Abstract Almost 80–90% of energy is wasted as heat (provides no value) in a photovoltaic (PV) panel. An integrated photovoltaic–thermal (PVT) system can utilize this energy and produce electricity simultaneously. In this research, through energy and exergy analysis, a novel design and methodology of a PVT system are studied and validated. Unlike the common methods, here the collector is located outside the PV panel and connected with pipes. Water passes over the top of the panel and then is forced to the collector by a pump. The effects of different water-mass flow rates on the PV panel and collector, individual and overall efficiency, mass loss, exergetic efficiency are examined experimentally. Results show that the overall efficiency of the system is around five times higher than the individual PV-panel efficiency. The forced circulation of water dropped the panel temperature and increased the panel efficiency by 0.8–1% and exergy by 0.6–1%, where the overall energy efficiency was ~81%. Graphical Abstract Open in new tabDownload slide integrated photovoltaic–thermal, forced cooling, energy analysis, exergy analysis, flat-plate collector Introduction Bangladesh is confronting a great deal of energy emergencies and genuine desertification issues in provincial areas. These issues could be ameliorated if sustainable power sources are utilized as an essential source of energy in rural regions. Although Bangladesh has a considerable amount of fossil resources, the amount is degrading to a great extent as the dependency on it is remarkable. For instance, the primary sources of energy in this country are natural gas (60%) followed by hydropower and coal, which are probably going to be exhausted very soon due to their extensive use [1]. Therefore, if no advanced innovation is introduced, then Bangladesh will face a tremendous energy crisis in the future. In these cases, sustainable power sources are the only hope for the general population of Bangladesh. Individuals have an expansive unsatisfied need for energy that is developing by 10% yearly [2, 3]. In the last few years, the government has taken several initiatives to address the energy crisis. Not only in the public sectors, but also this issue is given much importance from different individual sectors. Although power generation in the most recent years has increased a lot, still it is not enough to face the soaring demand of the country. Moreover, Bangladesh has the lowest per capita consumption of energy in South Asia [3]. Presently, the total generation capacity is 15 821 MW [1, 4]. Coal, gas and diesel are being used in Bangladesh for producing electricity as primary resources. At present, there is a huge gap between production and demand. The demand is increasing day by day and there is a prediction that it will reach ~40 000 MW by the year 2030 [5]. In this circumstance, different public and private associations must work either together or individually to overcome this problem [6, 7]. However, it could be promising that Bangladesh is a semi-tropical region lying in north-eastern South Asia. The normal daylight duration in Bangladesh during the dry season is ~7.6 hours and in the rainy season is ~4.7 hours. The most noteworthy daylight hours are received in Khulna, with readings extending from 2.86 to 9.04 hours, and in Barisal, with readings going from 2.65 to 8.75 hours (wet to dry seasons). These amounts can be compared with the 8 hours of daily sunshine in Spain, which allowed the generation of 4 GW of solar power (2.7% of the national capacity) before the end of 2010 [7]. The other parts of Bangladesh also get a significant amount of solar energy. However, in the rainy season, the amount reduces but still it is satisfactory to implement different solar-powered devices for producing electricity. The photovoltaic (PV) panel is a promising device for producing electricity from solar radiation. The current efficiency range of a usual PV panel remains within 10–20% [8]. Thus, almost 80–90% of the incident energy is lost in a PV panel. This waste energy can be recovered using an integrated photovoltaic–thermal (PVT) system. Several pieces of work have been done on this type of system in the last couple of years. Ibrahim [9] experimented on a glazed and unglazed photovoltaic–thermal water-heating (PVT/W) system along with enhancing the conductivity by using an aluminium reflector. It is worth mentioning that PVT/W refers to a system that includes a hybrid PVT system with the thermal unit of water circulation through a heat exchanger. The study opined that using aluminium can be more efficient than using other reflectors. A similar type of experiment was conducted by Mojumder et al. [10] with a solar simulator. Fudholi et al. [11] conducted an experiment using a water-cooling system in the solar-radiation range of 500–800 W/m2 and the efficiency was found to be 68%. Khanjari et al. [12] studied thermal-efficiency enhancement by using nano fluid with water in a PVT system. The study showed that thermal efficiency can be increased by increasing the volumetric ratio of the nano particle. Al-Waeli et al. [13] did an intensive review that discussed the previous methods along with their implementation techniques and efficiencies. The study explained that the thermal efficiency is increased by using nano fluid in the system and the unglazed PVT system provides more energy than any other system. Besides those, many other different methods are used to improve heat transfer. Some more recent work can be found in the literature [14–21]. Most of the studies discussed above were used for domestic purposes. From an energetic point of view, these systems are more effective than using conventional solar thermal collectors and PV components. But it is a matter of fact that the collector has been positioned below the PV panel from the beginning of using the PVT system. In this kind of system, a collector is connected to the PV system. Water is supplied from the back of the PV panel, extracting heat and cooling it down. However, the efficiency, installation and economical condition are important issues in this type of conventional system. The solar collector positioned below the PV panel cannot get solar radiation directly. As a result, the efficiency of the collector is less than the standard efficiency (60–70%). Moreover, the lost heat of the PV module is absorbed by the collector. Hence, the efficiency of the PV panel can be increased but the collector exhibits comparatively lower efficiency than the standard one. In addition, extra heat-transfer materials need to be used for improving the heat transfer from the PV panel to the collector. From the recent work of Wu et al. [22], a new method of incorporating the technique of flowing the water through the top surface of the PV panel and using a water-cooled type of collector can play a significant role in improving the efficiency of a PVT system. The study showed the effect of the variation of solar radiation and the height of the cooling channel on the characteristics of the heat transfer. The collector used in this study is placed outside the panel; therefore, the solar radiation can incident directly on the collector. Hence, the efficiency of the collector seemed to be increased, which also results in the increasing of the overall efficiency. However, the proposed system has yet to be developed satisfactorily, as the study only showed the numerical analysis. Rigorous analysis considering the efficiency of the PV panel and collector; the mass flow rate; the loss of energy due to evaporation, radiation and convection; and the distribution of the temperature of the water over the panel and inside the collector need to be made using a developed experimental set-up. In 2019, Arefin [23] conducted experiments on a top-surface water-cooling method for validating the system. However, the author used the natural circulation of water; therefore, the mass flow rate of the water was lower than in a forced circulation system. In the proposed system of this work, the collector is located outside the PV panel and better integrated with the panel as compared to other systems. First, the water passes over the panel, extracts heat from the panel and cools it down. Then the water passes through the collector and hot water is produced. A pump is used for maintaining the force circulation of the water. In this research, mathematical and experimental investigations are performed on an integrated PVT system by the top/front-surface forced circulation of water from energy and exergy perspectives. The mass flow rates of 2 l/min (9.09 × 10–4 l/min/cm2), 2.25 l/min (1.02 × 10–3 l/min/cm2), 2.5 l/min (1.14 × 10–3 l/min/cm2), 2.75 l/min (1.25 × 10–3 l/min/cm2) and 3 l/min (1.36 × 10–3 l/min/cm2) are maintained. The temperatures of the panel, heat loss, panel efficiency, collector efficiency, mass loss, overall system efficiency, electrical exergetic efficiency and the share of energy and exergy loss are evaluated. For accuracy, experimental data are taken for several months. This is the very first experimental research conducted to validate this type of system with the forced circulation of water. 1 Mathematical modelling In this section, the mathematical modelling of the entire system is discussed from the viewpoint of energy and exergy analysis through theoretical and empirical equations. Every subsystem is evaluated and a model of the entire system is presented in this section. Mathematical modelling is very much necessary in carrying out the further work of this study. 1.1 Photovoltaic panel-heating-rate model To determine the cooling frequency of the PV panel, the heating rate of the panel is used. The heating rate of the PV module can be specified by calculating the module temperature as a function of time. Equation (1) can be used to determine the module temperature [24–27]: Tm=Tamb+(NOCT−25)E/80(1) From Equation (1), it is clear that the module temperature depends on the solar irradiance, ambient temperature and normal operating cell temperature (NOCT). The NOCT is the function of the ambient temperature at the sunrise time. NOCT=25oC+Trise(2) The value of NOCT is constant but ambient temperature and solar radiance are variable. 1.2 Modelling for PV-module surface cooling and energy performance The PV system extracts energy directly from solar radiation. Some of the energy is converted into electrical energy and most is converted into heat. The water gains heat by two means: (i) direct solar radiation and (ii) extracted heat from the PV panel. A very small amount of water gets evaporated due to heat. There are several assumptions for this model: Loss due to the viscosity of the water, pipe friction and leakage is ignored. The film thickness of the water over the entire length of the panel is entirely uniform. Reflection due to the front glass is assumed to be 10% [28, 29]. The ohmic loss is not considered, as it is very low [30]. The system is considered to be in a quasi-steady state. The energy balance is shown in Fig. 1. Fig. 1: Open in new tabDownload slide Energy balance for the water in the PV module The water gains energy from sunlight directly and from the front glass. The reasons for the lost energy have been already stated. So, the energy balance for the water and the front glass is: mwcpwdTdt=(haw−Qrad+Qcom−gw−Qconv.−water−Qevaporation)Ac+(mincpwTs)−(moutcpwTw)(3) The solar radiation absorbed by the water directly per unit area is: haw=αahbt+αdhdt(4) The surface of the PV panel is taken as inclined. When the PV panel is positioned horizontally, it gains solar radiation properly when the Sun is at the top of the head. For this type of surface, the diffuse-radiation equation and behaviour were proposed by Ma and Iqbal [31]. The formula for the hourly diffuse-radiation incidence is: Is=Id(1+cosθ)2(5) and Hs=Hd(1+cosθ)2(6) In this model, the intensity of the diffuse radiation is considered to be independent of the azimuth and zenith angles. In the case of a partly cloudy sky, Krauter’s model [28] can be used to predict the diffuse radiation. Krauter’s formulation for an inclined surface is: Is=Id[(1+cosθ)/2](1+Fsin5(θ/2)]×[1+Fcos2θsin3θ](7) From calculation, it is found that the Reynolds numbers for stream velocities of 2 l/min (9.09 × 10–4 l/min/cm2), 2.25 l/min (1.02 × 10–3 l/min/cm2), 2.5 l/min (1.14 × 10–3 l/min/cm2), 2.75 l/min (1.25 × 10–3 l/min/cm2) and 3 l/min (1.36 × 10–3 l/min/cm2) are 1 425 022, 1 603 148, 1 781 276, 1 959 403 and 2 137 531, respectively, which implies that the flow is turbulent. Here, the dynamic viscosity of the water was taken at 28ºC. Therefore, for the entire range of Reynolds numbers, the Nusselt number is: Nu= {.825 +0.387 RaL16{1+(0.492pr)916}827}2(8) pr is the Prandtl number. The Penman–Monteith equation describes evaporation from a water surface. The equation depends on air pressure, temperature, wind speed and solar radiation. It is widely regarded as one of the most accurate modes in terms of estimates [32, 33]. A simpler equation to estimate the evaporation between water and ambient air is: Qevp.=26.639×101−V0.05(ρw−ρd)×hfgpT(9) The energy balance from the front glass is: mgCpgdTgdt =(Qcon.cg−Qconv.pw) Aactual(10) Aactual is the actual effective area (m2). Water is stored in a tank. There is an energy term for the water inlet and for the outlet. The evaporation loss from the tank depends on the insulation. For a highly insulated tank, this loss is very small. For evaporative loss, Equation (9) can be used. PV-module electrical efficiency is calculated by using Equation (11). ηelectrical=I ×VIs ×Aactual(11) 1.3 Modelling for a flat-plate collector and overall system efficiency The solar radiation received by a flat-plate collector is: QC=I×A(12) Part of the radiation is absorbed by the glazing, which also increases the temperature, part is reflected back and the rest is transmitted through the glazing. The percentage of solar-ray penetration and the percentage of the absorption of rays are indicated by the conversion factor. It is the product of the absorption rate of the absorber and the rate of transmission of the cover: Qc=I×(τα)×A(13) Some portion of the heat is lost by convection and radiation. The rate of heat loss (Qo) mainly depends on the overall heat-transfer coefficient (UL) and the collector temperature: Qo=ULA(Tc−Ta)(14) The rate at which useful energy (Qu) is extracted by the collector is expressed as a rate of extraction under the steady-state condition, which is proportional to the rate at which useful energy is absorbed by the collector + the amount of energy lost to the surroundings: Qu=Qi−Qo=I×(τα). A−ULA(Tc−Ta)(15) The rate of extraction of heat from the collector is indicated by the amount of heat carried away by the fluid passing through it: Qu=mcp(To−Ti)(16) It is very difficult to determine the average collector temperature in some cases. Therefore, it is necessary to relate the useful energy gain of a collector to the overall useful energy gain if the whole collector surface were at the fluid-inlet temperature. Thus, a new term has been defined, called the ‘Collector heat removal factor (FR)’: FR=mcp(To−Ti)A[Iτα−UL(Ti−Ta)](17) The actual useful energy of the collector can be obtained by Equation (18). This is a widely used method to determine the collector energy gain and is known as the ‘Hottel–Whillier–Bliss equation’ [34]: Qu= FRA[Iτα−UL(Ti−Ta)(18) The instantaneous overall thermal efficiency of a collector is: ηcollector=FRA[Iτα−UL(Ti−Ta) AI(19) ηcollector=FRτα−FRUL{(Ti−Ta)I}(20) The overall system performance is defined by Equation (21), which is the summation of the electrical efficiency of the panel and the thermal efficiency of the collector. Electrical efficiency is given in Equation (11). ηTotal=ηcollector+ηelectrical(21) 1.4 Exergy analysis Based on Fig. 2 and considering a quasi-steady-state condition [35], the general equation for the exergy analysis of a PVT system can be defined as: Fig. 2: Open in new tabDownload slide Schematic diagram of exergy-balance analysis ∑⁡E˙xin= ∑⁡E˙xout+∑⁡E˙xloss(22) E˙xsun+E˙xmass,in=E˙xel+E˙xmass, out+∑⁡E˙xdest(23) ∑⁡E˙xdest=E˙xdest,radiation+E˙xdest,convextion +E˙xdest, friction (24) where E˙xin denotes the input energy rate, E˙xout is the output energy rate and ∑⁡E˙xdest is the destroyed energy rate. Also, E˙xdest,radiation ⁠, E˙xdest,convextion and E˙xdest,friction indicate the radiation, convection and friction losses, respectively. Here, the input exergy rate extracted from the Sun can be defined as [36]: E˙xsun=G˙(1 − T˙ambTsun)(25) Here, Tamb and Tsun are the temperatures of the surroundings and the Sun, respectively. In addition, the exergy of the mass flow rate is defined as follows [36, 37]: E˙xmass, out−E˙xmass, in=m˙f(φout−φin)(26) where φout=(hout−hamb)−Tamb(Sout−Samb)(27) φin=(hin−hamb)−Tamb(Sin−Samb)(28) where h and S are defined as entropy and specific enthalpy, respectively. The electrical exergy of a PVT is defined as [38]: E˙xel=E˙el(29) The overall exergy of a PVT system can be obtained as follows: E˙xov=E˙xel+E˙xth(30) The destroyed energy given in Equation (31) can be obtained by using the following equation: ∑⁡E˙xdest=E˙xsun−E˙xel−E˙xth(31) Here, the electrical (⁠ εel ⁠), thermal (⁠ εth ⁠) and overall exergy (⁠ εov ⁠) efficiencies of PVTs can be obtained by the following equations [39]: εel=E˙xelE˙xsun=E˙xelG˙(1−T˙ambTsun)=Voc × Isc × FFG˙(1−T˙ambTsun)(32) εth=E˙xthE˙xsun=m˙f.Cpf[(Tf,out − Tf, in) − Tambln(Tf,outTf, in)]G˙(1 − TambTsun)(33) εov=εel+εth(34) 1.5 Uncertainty analysis For ensuring the reliability of the experiments, an uncertainty analysis is conducted on thermal and electrical efficiencies. If K is a function of ‘n’ independent linear parameters such that K = K (s1,s2,…..sn), the uncertainty of function K is defined as: δ K= (∂K∂s1 δs1)2+ (∂K∂s2δs2)2+…+ (∂K∂snδsn)2(35) where ∂K is the uncertainty of function K and ∂Vi is the uncertainty of Vi. whereas, ∂K∂si is the partial derivative of K with respect to si. More details about uncertainty analysis can be found in the literature [40]. On the basis of the uncertainty analysis, it is found that the maximum absolute uncertainties for all parameters are <2.5%. 2 Materials and method The main parts of the experimental set-up are (i) a flat-plate collector, (ii) a PV panel, (iii) a water tank and (iv) a storage tank. All parts of the experiment are linked through a piping network. The water tank (80 l) is situated ~1 m above the panel. In this experiment, water from the tank goes to the PV module with the help of pipes. The water flows down over the top/front surface of the PV module. For this purpose, a PVC pipe with 20 holes is placed on the top of the PV module to maintain a constant discharge of water. The water cannot flow out from the side of the PV panel because of a tray placed at the bottom side of the module that also provides support to the module. Tables 1 and 2 show the collector and PV-panel properties. First, water goes over the PV panel and extracts heat from the panel. Then, water is forced through the pump to the collector and is heated up in the pipes of the collector. Finally, the heated water is collected from the collector outlet into the storage tank. A pump is used to force the water to the collector at a different mass flow rate. Fig. 3 shows the schematic and the experimental set-up. Table 1: Solar PV-panel specifications Parameters . Dimensions . Solar panel 1 piece Rated output 20 W (total) Dimensions 50 × 44 × 5 cm No. of cells 108 Efficiency Variable Battery 12 volts, one piece Parameters . Dimensions . Solar panel 1 piece Rated output 20 W (total) Dimensions 50 × 44 × 5 cm No. of cells 108 Efficiency Variable Battery 12 volts, one piece Open in new tab Table 1: Solar PV-panel specifications Parameters . Dimensions . Solar panel 1 piece Rated output 20 W (total) Dimensions 50 × 44 × 5 cm No. of cells 108 Efficiency Variable Battery 12 volts, one piece Parameters . Dimensions . Solar panel 1 piece Rated output 20 W (total) Dimensions 50 × 44 × 5 cm No. of cells 108 Efficiency Variable Battery 12 volts, one piece Open in new tab Table 2: Specifications of flat-plate collector Parameters . Dimensions . Width 68 cm Length 102 cm Tube diameter 0.635 cm Inlet and outlet diameter 0.635 cm Total area 8000 cm2 Effective area 6936 cm2 Parameters . Dimensions . Width 68 cm Length 102 cm Tube diameter 0.635 cm Inlet and outlet diameter 0.635 cm Total area 8000 cm2 Effective area 6936 cm2 Open in new tab Table 2: Specifications of flat-plate collector Parameters . Dimensions . Width 68 cm Length 102 cm Tube diameter 0.635 cm Inlet and outlet diameter 0.635 cm Total area 8000 cm2 Effective area 6936 cm2 Parameters . Dimensions . Width 68 cm Length 102 cm Tube diameter 0.635 cm Inlet and outlet diameter 0.635 cm Total area 8000 cm2 Effective area 6936 cm2 Open in new tab Fig. 3: Open in new tabDownload slide (a) Schematic representation of the experimental set-up and (b) the experimental set-up The primary objectives of this study are to increase the photovoltaic panel efficiency by forced water circulation as well as utilizing the heat loss from the collector to produce hot water. The efficiency and temperature ranges of the panel were determined for various tilt angles to find the optimum tilt angle suitable for Rajshahi (Bangladesh). The water was supplied at various flow rates: 2 l/min (9.09 × 10–4 l/min/cm2), 2.25 l/min (1.02 × 10–3 l/min/cm2), 2.5 l/min (1.14 × 10–3 l/min/cm2), 2.75 l/min (1.25 × 10–3 l/min/cm2) and 3 l/min (1.36 × 10–3 l/min/cm2) for 2 min at 15-min intervals considering the fact that continuous flow will reflect some portion of the solar radiation, which would adversely affect the efficiency of the panel. The time interval for the valve opening was maintained by importing a simple time-delay code embedded in the automatic microcontroller system called Arduino. In the final step, a thermometer with an accuracy of ±1°C was used to measure the temperature of the hot water from the collector that accumulated in a storage tank. For accurate results, the readings were carefully taken for several months from 10 AM to 4 PM as well as a pyrometer (PMA 2144 class) device (accuracy ±10 W/m2) was used to measure the effective solar intensity. 3 Results and discussion Table 1 (in the online Supplementary Data) exhibits sample readings of the experiment. Five plots (Fig. 4) show how the panel temperature differs at different times during the day and the impact of water cooling on the panel temperature. It is apparent that, as the mass flow rate of the water stream increases, the panel temperature drops. With the increase in the mass flow rate, more water can extract more heat from the PV panel and eventually reduce the temperature. This is because the water has the highest specific heat and absorbs heat while flowing across the panel. By increasing the flow rate of the water, the larger amount of water absorbs more heat form the panel. For a mass flow rate of 2.5 L/min (1.14 × 10–3 l/min/cm2), at best, a 15°C panel temperature can be reduced, which significantly improves the efficiency of the PV panel. The panel temperature directly affects the efficiency, as seen in Fig. 5. The lower the panel temperature, the higher the efficiency. However, the efficiency also depends on the radiation of the sunlight falling on the unit area of the panel. So, efficiency will be at the highest value when the panel and the collector get the highest radiation from the Sun. The radiation of sunlight falls at its highest at noon each day. It is also evident from the figure that, for a reduction of 1°C in the panel temperature, the efficiency increases by 0.3%. Considering the relationship between efficiency and temperature, efficiencies of 14.6% and 15.2% are obtained for respective panel temperatures of 48.3°C and 40°C in this experiment. Fig. 4: Open in new tabDownload slide Panel temperature at (a) mw = 2 L/min (9.09 × 10–4 l/min/cm2), (b) mw = 2.25 L/min (1.02 × 10–3 l/min/cm2), (c) mw = 2.5 L/min (1.14 × 10–3 l/min/cm2), (d) mw = 2.75 L/min (1.25 × 10–3 l/min/cm2) and (e) mw = 3 L/min (1.36 × 10–3 l/min/cm2) Fig. 5: Open in new tabDownload slide Relation between PV-panel efficiency and temperature Fig. 6 shows the efficiency of the panel with and without water cooling along with the variation in tilt angles. However, the relation between the tilt angle and the efficiency is not linear. Up to an angle of 45°, the panel efficiency increases and, above 45°, the efficiency decreases gradually. This is because the panel will work at the optimum condition when it gets the solar radiation that is perpendicular to it. Furthermore, the water-cooling procedure mostly affects the efficiency at a 45° angle. Panel efficiency increases by 0.9% at a 45° tilt angle (with cooling) and, for other tilt angles, the efficiency increment varies from 0.6% to 0.7%. However, the cooling does not have much of an effect for the lowest (0°) and highest (75°) tilt angles, as, at a 0° angle, the water cannot flow over the panel and, at a 75° angle, the water passes over the panel too quickly; hence, the water does not have enough time to extract heat from the panel. Fig. 6: Open in new tabDownload slide PV-panel efficiency with and without forced cooling One of the objectives of this study is to check the efficiency of the panel at different mass flow rates of water. With the increase in the mass flow rate, the efficiency increases proportionally as more water extracts more heat from the panel (Fig. 7). From the experiment, an efficiency of 14.9% is obtained for a mass flow rate of 9.09 × 10–4 l/min/cm2, whereas, for a mass flow rate of 1.36 × 10–3 l/min/cm2, an efficiency of 16.4% (approximately) is obtained. It is mandatory to mention here that, in this system, the mass loss of water is only due to the evaporation and the leakage of water from the panel. Due to solar radiation and the heat of the panel, some of the water is evaporated while passing over the panel, as shown in Fig. 8. The evaporation rate is higher at low mass flow rates; however, with the increase in the flow rate, the evaporation rate reduces. During the experiment, all possible and visible leakages were sealed properly and, under all conditions, it is assumed that there is no leakage in the system. Fig. 7: Open in new tabDownload slide Effect of mass flow rates on PV-panel efficiency Fig. 8: Open in new tabDownload slide Mass loss of water due to evaporation and leakage Fig. 9 exhibits the collector-efficiency variations at different angles and the mass flow rates. The mass flow rate does not affect the collector efficiency as significantly as the angles do. An overall efficiency of 60–65% is obtained in this experiment for different mass flow rates at a 10° angle. With an increase in the angle (up to 30°), the efficiency of the collector increases and, beyond this angle, the efficiency tends to decrease drastically. An average of 60% collector efficiency is obtained in the current study. However, with the increase in the mass flow rate, the efficiency of the PV panel increases. Therefore, theoretically, with the increase in the mass flow rate, the overall system efficiency should be higher. Instead, the experiment verified a different result. From experiment, it is found that the system efficiency is highest at a mass flow rate of 1.14 × 10–3 l/min/cm2 (Fig. 10). This phenomenon is due to the fact that the overall system efficiency is the combination of both the PV panel and the collector efficiency. However, it is obvious that, as the mass flow rate of the water increases, the final output water temperature decreases. Therefore, it is advisable that the output water temperature should be taken into consideration while maintaining the mass flow rate. Fig. 11 exhibits the average electrical exergetic efficiency of the PV panel with and without forced cooling. The exergetic efficiency with forced water cooling is much higher than without the cooling system. At a mass flow rate of 1.36 × 10–3 l/min/cm2, the highest exergetic efficiency of 13% was obtained. It is interesting to mention here that exergy loss reduces with the minimization of entropy generation in the system because of irreversibility [35]. Usually, higher diameter and length of the tube of a collector reduce entropy generation but, in this system, as the dimension of the collector is constant, it has no effect on the entropy. However, with the increase in the mass flow rate of the water, the entropy of the collector is reduced. Adding nano fluids to the water could probably reduce the entropy even more [37], which could be a future research perspective. From exergy and exergy loss analysis, it is clear that, with the increase in the mass flow rate, the exergetic efficiency increases and the thermal exergy of the panel reduces (Fig. 12), which was one of the major objectives of this study. Fig. 9: Open in new tabDownload slide Effect of angles and mass flow rates on collector efficiency Fig. 10: Open in new tabDownload slide Overall efficiency of the system Fig. 11: Open in new tabDownload slide Average electrical exergetic efficiency of the PV panel (with and without cooling) Fig. 12: Open in new tabDownload slide Share of overall exergy and exergy loss (a) without water and (b) the mass flow rate at 1.25 × 10–3 l/min/cm2 4 Conclusion The results show that it is comparatively easy and feasible to flow water over the top surface of a PV panel. The efficiency of the PV panel increased by ~0.8–1% for different forced mass flow rates of water. By forcing the cooling water over the top surface, there is no need for any heat-transfer material to increase the heat-transfer rate between the PV panel and the collector. The major findings of the study are: (i) Photovoltaic panel efficiency was ~14–16%. The discussed methodology increased the panel efficiency significantly. Exergy analysis showed that, at a mass flow rate of 3 l/min (1.36 × 10–3 l/min/cm2), the highest electrical exergetic efficiency of 13% was obtained. (ii) Collector efficiency was ~55–65% for different cases. (iii) The highest temperature of the hot water obtained was ~66°C for a mass flow rate of 9.09 × 10–4 l/min/cm2. (iv) The highest overall energy efficiency was obtained for a mass flow rate of 1.14 × 10–3 l/min/cm2, which was around 81%. (v) The efficiency of the whole system is approximately five times higher than that of the PV system alone. Finally, the system was validated experimentally. Conflict of Interest None declared. Nomenclature M . Water-mass flow rate (kg/s) . Ƞmodule . Efficiency of PV module . Cp Specific heat of fluid (joule/gram °C) Ƞwire Efficiency of wire ΔT Temperature difference (°C) CO Convection number Is Solar-radiation intensity (W/m2) ht Heat-transfer coefficient (W/m2k) Ƞr Reference efficiency of panel f Friction factor Β Temperature coefficient (0045°C) x Quality Tsc PV temperature (°C) fr Froude number Tr Reference temperature (°C) BO Boiling number EL Daily energy consumption Nu Nusselt number PSH Peak Sun hours K Conductivity of material Ƞsand Ƞiv Efficiency of the system components L Length of plate Sf Safety factor represents the compensation of resistive losses and PV temperature losses RaL Rayleigh number APV PV array area (m2) γ Psychometric constant (pa/K) GT Daily solar radiation (KWh/m2) V2 Wind speed (m/s) m Slope of saturation vapour pressure curve (pa/K) τ Transmission coefficient of glazing Rn Net irradiance (W/m2) α Absorption coefficient of plate Cp Heat capacity of air (J/kg/K) Tc Collector average temperature (°C) ρa Air density (kg/m3) Tp Glass plate temperature (°C) ga Momentum surface aerodynamic conductance (m/s) Isc Electrical current (A) (short circuit) σv Latent heat of vaporization (J/kg) FF Fill factor Ex Exergy rate (W) Cpf Specific heat capacity of fluid (J/kg/K) G Solar-irradiation intensity (W) εth Exergy efficiency (%) (thermal) amb Ambient εel Exergy efficiency (%) (electrical) φ Stream exergy εov Exergy efficiency (%) (Overall) h Enthalpy (J/kg) Tf Temperature of fluid (K) S Specific enthalpy (J/kg/K) I Current (A) Voc Electrical voltage (V) (open circuit) V Voltage (V) M . Water-mass flow rate (kg/s) . Ƞmodule . Efficiency of PV module . Cp Specific heat of fluid (joule/gram °C) Ƞwire Efficiency of wire ΔT Temperature difference (°C) CO Convection number Is Solar-radiation intensity (W/m2) ht Heat-transfer coefficient (W/m2k) Ƞr Reference efficiency of panel f Friction factor Β Temperature coefficient (0045°C) x Quality Tsc PV temperature (°C) fr Froude number Tr Reference temperature (°C) BO Boiling number EL Daily energy consumption Nu Nusselt number PSH Peak Sun hours K Conductivity of material Ƞsand Ƞiv Efficiency of the system components L Length of plate Sf Safety factor represents the compensation of resistive losses and PV temperature losses RaL Rayleigh number APV PV array area (m2) γ Psychometric constant (pa/K) GT Daily solar radiation (KWh/m2) V2 Wind speed (m/s) m Slope of saturation vapour pressure curve (pa/K) τ Transmission coefficient of glazing Rn Net irradiance (W/m2) α Absorption coefficient of plate Cp Heat capacity of air (J/kg/K) Tc Collector average temperature (°C) ρa Air density (kg/m3) Tp Glass plate temperature (°C) ga Momentum surface aerodynamic conductance (m/s) Isc Electrical current (A) (short circuit) σv Latent heat of vaporization (J/kg) FF Fill factor Ex Exergy rate (W) Cpf Specific heat capacity of fluid (J/kg/K) G Solar-irradiation intensity (W) εth Exergy efficiency (%) (thermal) amb Ambient εel Exergy efficiency (%) (electrical) φ Stream exergy εov Exergy efficiency (%) (Overall) h Enthalpy (J/kg) Tf Temperature of fluid (K) S Specific enthalpy (J/kg/K) I Current (A) Voc Electrical voltage (V) (open circuit) V Voltage (V) Open in new tab M . Water-mass flow rate (kg/s) . Ƞmodule . Efficiency of PV module . Cp Specific heat of fluid (joule/gram °C) Ƞwire Efficiency of wire ΔT Temperature difference (°C) CO Convection number Is Solar-radiation intensity (W/m2) ht Heat-transfer coefficient (W/m2k) Ƞr Reference efficiency of panel f Friction factor Β Temperature coefficient (0045°C) x Quality Tsc PV temperature (°C) fr Froude number Tr Reference temperature (°C) BO Boiling number EL Daily energy consumption Nu Nusselt number PSH Peak Sun hours K Conductivity of material Ƞsand Ƞiv Efficiency of the system components L Length of plate Sf Safety factor represents the compensation of resistive losses and PV temperature losses RaL Rayleigh number APV PV array area (m2) γ Psychometric constant (pa/K) GT Daily solar radiation (KWh/m2) V2 Wind speed (m/s) m Slope of saturation vapour pressure curve (pa/K) τ Transmission coefficient of glazing Rn Net irradiance (W/m2) α Absorption coefficient of plate Cp Heat capacity of air (J/kg/K) Tc Collector average temperature (°C) ρa Air density (kg/m3) Tp Glass plate temperature (°C) ga Momentum surface aerodynamic conductance (m/s) Isc Electrical current (A) (short circuit) σv Latent heat of vaporization (J/kg) FF Fill factor Ex Exergy rate (W) Cpf Specific heat capacity of fluid (J/kg/K) G Solar-irradiation intensity (W) εth Exergy efficiency (%) (thermal) amb Ambient εel Exergy efficiency (%) (electrical) φ Stream exergy εov Exergy efficiency (%) (Overall) h Enthalpy (J/kg) Tf Temperature of fluid (K) S Specific enthalpy (J/kg/K) I Current (A) Voc Electrical voltage (V) (open circuit) V Voltage (V) M . Water-mass flow rate (kg/s) . Ƞmodule . Efficiency of PV module . Cp Specific heat of fluid (joule/gram °C) Ƞwire Efficiency of wire ΔT Temperature difference (°C) CO Convection number Is Solar-radiation intensity (W/m2) ht Heat-transfer coefficient (W/m2k) Ƞr Reference efficiency of panel f Friction factor Β Temperature coefficient (0045°C) x Quality Tsc PV temperature (°C) fr Froude number Tr Reference temperature (°C) BO Boiling number EL Daily energy consumption Nu Nusselt number PSH Peak Sun hours K Conductivity of material Ƞsand Ƞiv Efficiency of the system components L Length of plate Sf Safety factor represents the compensation of resistive losses and PV temperature losses RaL Rayleigh number APV PV array area (m2) γ Psychometric constant (pa/K) GT Daily solar radiation (KWh/m2) V2 Wind speed (m/s) m Slope of saturation vapour pressure curve (pa/K) τ Transmission coefficient of glazing Rn Net irradiance (W/m2) α Absorption coefficient of plate Cp Heat capacity of air (J/kg/K) Tc Collector average temperature (°C) ρa Air density (kg/m3) Tp Glass plate temperature (°C) ga Momentum surface aerodynamic conductance (m/s) Isc Electrical current (A) (short circuit) σv Latent heat of vaporization (J/kg) FF Fill factor Ex Exergy rate (W) Cpf Specific heat capacity of fluid (J/kg/K) G Solar-irradiation intensity (W) εth Exergy efficiency (%) (thermal) amb Ambient εel Exergy efficiency (%) (electrical) φ Stream exergy εov Exergy efficiency (%) (Overall) h Enthalpy (J/kg) Tf Temperature of fluid (K) S Specific enthalpy (J/kg/K) I Current (A) Voc Electrical voltage (V) (open circuit) V Voltage (V) Open in new tab References [1] Islam MT , Shahir S, Uddin TI, et al. 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Google Scholar Crossref Search ADS WorldCat © The Author(s) 2020. Published by Oxford University Press on behalf of National Institute of Clean-and-Low-Carbon Energy This is an Open Access article distributed under the terms of the Creative Commons Attribution Non-Commercial License (http://creativecommons.org/licenses/by-nc/4.0/), which permits non-commercial re-use, distribution, and reproduction in any medium, provided the original work is properly cited. For commercial re-use, please contact journals.permissions@oup.com © The Author(s) 2020. Published by Oxford University Press on behalf of National Institute of Clean-and-Low-Carbon Energy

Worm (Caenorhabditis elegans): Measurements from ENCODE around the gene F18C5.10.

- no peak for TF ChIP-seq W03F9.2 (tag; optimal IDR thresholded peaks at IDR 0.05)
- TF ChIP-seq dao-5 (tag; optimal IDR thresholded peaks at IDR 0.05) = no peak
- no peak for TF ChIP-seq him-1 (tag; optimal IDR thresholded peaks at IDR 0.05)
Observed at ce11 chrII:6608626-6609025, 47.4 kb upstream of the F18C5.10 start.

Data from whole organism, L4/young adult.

Journal

Clean EnergyOxford University Press

Published: Dec 31, 2020

References